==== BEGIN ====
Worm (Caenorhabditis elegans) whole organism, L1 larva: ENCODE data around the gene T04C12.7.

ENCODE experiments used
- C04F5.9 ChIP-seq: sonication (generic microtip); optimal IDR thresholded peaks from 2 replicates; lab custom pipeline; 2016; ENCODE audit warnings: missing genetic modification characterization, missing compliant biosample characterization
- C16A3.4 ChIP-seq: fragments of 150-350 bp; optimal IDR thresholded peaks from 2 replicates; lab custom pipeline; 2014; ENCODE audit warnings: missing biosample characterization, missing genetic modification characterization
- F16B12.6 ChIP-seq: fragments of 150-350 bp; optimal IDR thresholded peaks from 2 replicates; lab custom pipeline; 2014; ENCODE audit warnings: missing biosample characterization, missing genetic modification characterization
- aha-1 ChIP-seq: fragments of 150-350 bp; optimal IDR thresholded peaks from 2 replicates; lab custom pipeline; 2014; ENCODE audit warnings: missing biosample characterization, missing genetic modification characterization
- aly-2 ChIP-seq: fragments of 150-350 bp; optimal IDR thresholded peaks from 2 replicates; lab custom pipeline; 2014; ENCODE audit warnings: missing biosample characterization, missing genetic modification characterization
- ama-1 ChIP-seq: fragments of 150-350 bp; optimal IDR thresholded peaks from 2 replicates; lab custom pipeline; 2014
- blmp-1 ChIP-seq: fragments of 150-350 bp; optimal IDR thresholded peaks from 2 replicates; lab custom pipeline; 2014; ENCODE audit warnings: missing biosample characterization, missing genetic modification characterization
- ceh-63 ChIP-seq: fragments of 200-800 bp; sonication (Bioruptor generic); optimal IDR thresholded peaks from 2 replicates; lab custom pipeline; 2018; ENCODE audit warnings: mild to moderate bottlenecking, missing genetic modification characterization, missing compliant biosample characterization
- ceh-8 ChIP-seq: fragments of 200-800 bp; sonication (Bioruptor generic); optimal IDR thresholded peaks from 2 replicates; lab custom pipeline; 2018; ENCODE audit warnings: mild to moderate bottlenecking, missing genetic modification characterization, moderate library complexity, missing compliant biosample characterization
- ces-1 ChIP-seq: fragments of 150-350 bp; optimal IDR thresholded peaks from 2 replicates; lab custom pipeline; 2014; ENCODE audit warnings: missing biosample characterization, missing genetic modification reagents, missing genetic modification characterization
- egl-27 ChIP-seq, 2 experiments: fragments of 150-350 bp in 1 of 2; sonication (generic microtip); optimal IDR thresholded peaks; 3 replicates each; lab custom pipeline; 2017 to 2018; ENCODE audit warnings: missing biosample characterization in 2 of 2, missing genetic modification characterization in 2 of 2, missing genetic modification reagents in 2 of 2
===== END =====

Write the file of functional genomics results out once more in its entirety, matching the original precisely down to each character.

Worm (Caenorhabditis elegans) whole organism, L1 larva: ENCODE data around the gene T04C12.7.

ENCODE experiments used
- C04F5.9 ChIP-seq: sonication (generic microtip); optimal IDR thresholded peaks from 2 replicates; lab custom pipeline; 2016; ENCODE audit warnings: missing genetic modification characterization, missing compliant biosample characterization
- C16A3.4 ChIP-seq: fragments of 150-350 bp; optimal IDR thresholded peaks from 2 replicates; lab custom pipeline; 2014; ENCODE audit warnings: missing biosample characterization, missing genetic modification characterization
- F16B12.6 ChIP-seq: fragments of 150-350 bp; optimal IDR thresholded peaks from 2 replicates; lab custom pipeline; 2014; ENCODE audit warnings: missing biosample characterization, missing genetic modification characterization
- aha-1 ChIP-seq: fragments of 150-350 bp; optimal IDR thresholded peaks from 2 replicates; lab custom pipeline; 2014; ENCODE audit warnings: missing biosample characterization, missing genetic modification characterization
- aly-2 ChIP-seq: fragments of 150-350 bp; optimal IDR thresholded peaks from 2 replicates; lab custom pipeline; 2014; ENCODE audit warnings: missing biosample characterization, missing genetic modification characterization
- ama-1 ChIP-seq: fragments of 150-350 bp; optimal IDR thresholded peaks from 2 replicates; lab custom pipeline; 2014
- blmp-1 ChIP-seq: fragments of 150-350 bp; optimal IDR thresholded peaks from 2 replicates; lab custom pipeline; 2014; ENCODE audit warnings: missing biosample characterization, missing genetic modification characterization
- ceh-63 ChIP-seq: fragments of 200-800 bp; sonication (Bioruptor generic); optimal IDR thresholded peaks from 2 replicates; lab custom pipeline; 2018; ENCODE audit warnings: mild to moderate bottlenecking, missing genetic modification characterization, missing compliant biosample characterization
- ceh-8 ChIP-seq: fragments of 200-800 bp; sonication (Bioruptor generic); optimal IDR thresholded peaks from 2 replicates; lab custom pipeline; 2018; ENCODE audit warnings: mild to moderate bottlenecking, missing genetic modification characterization, moderate library complexity, missing compliant biosample characterization
- ces-1 ChIP-seq: fragments of 150-350 bp; optimal IDR thresholded peaks from 2 replicates; lab custom pipeline; 2014; ENCODE audit warnings: missing biosample characterization, missing genetic modification reagents, missing genetic modification characterization
- egl-27 ChIP-seq, 2 experiments: fragments of 150-350 bp in 1 of 2; sonication (generic microtip); optimal IDR thresholded peaks; 3 replicates each; lab custom pipeline; 2017 to 2018; ENCODE audit warnings: missing biosample characterization in 2 of 2, missing genetic modification characterization in 2 of 2, missing genetic modification reagents in 2 of 2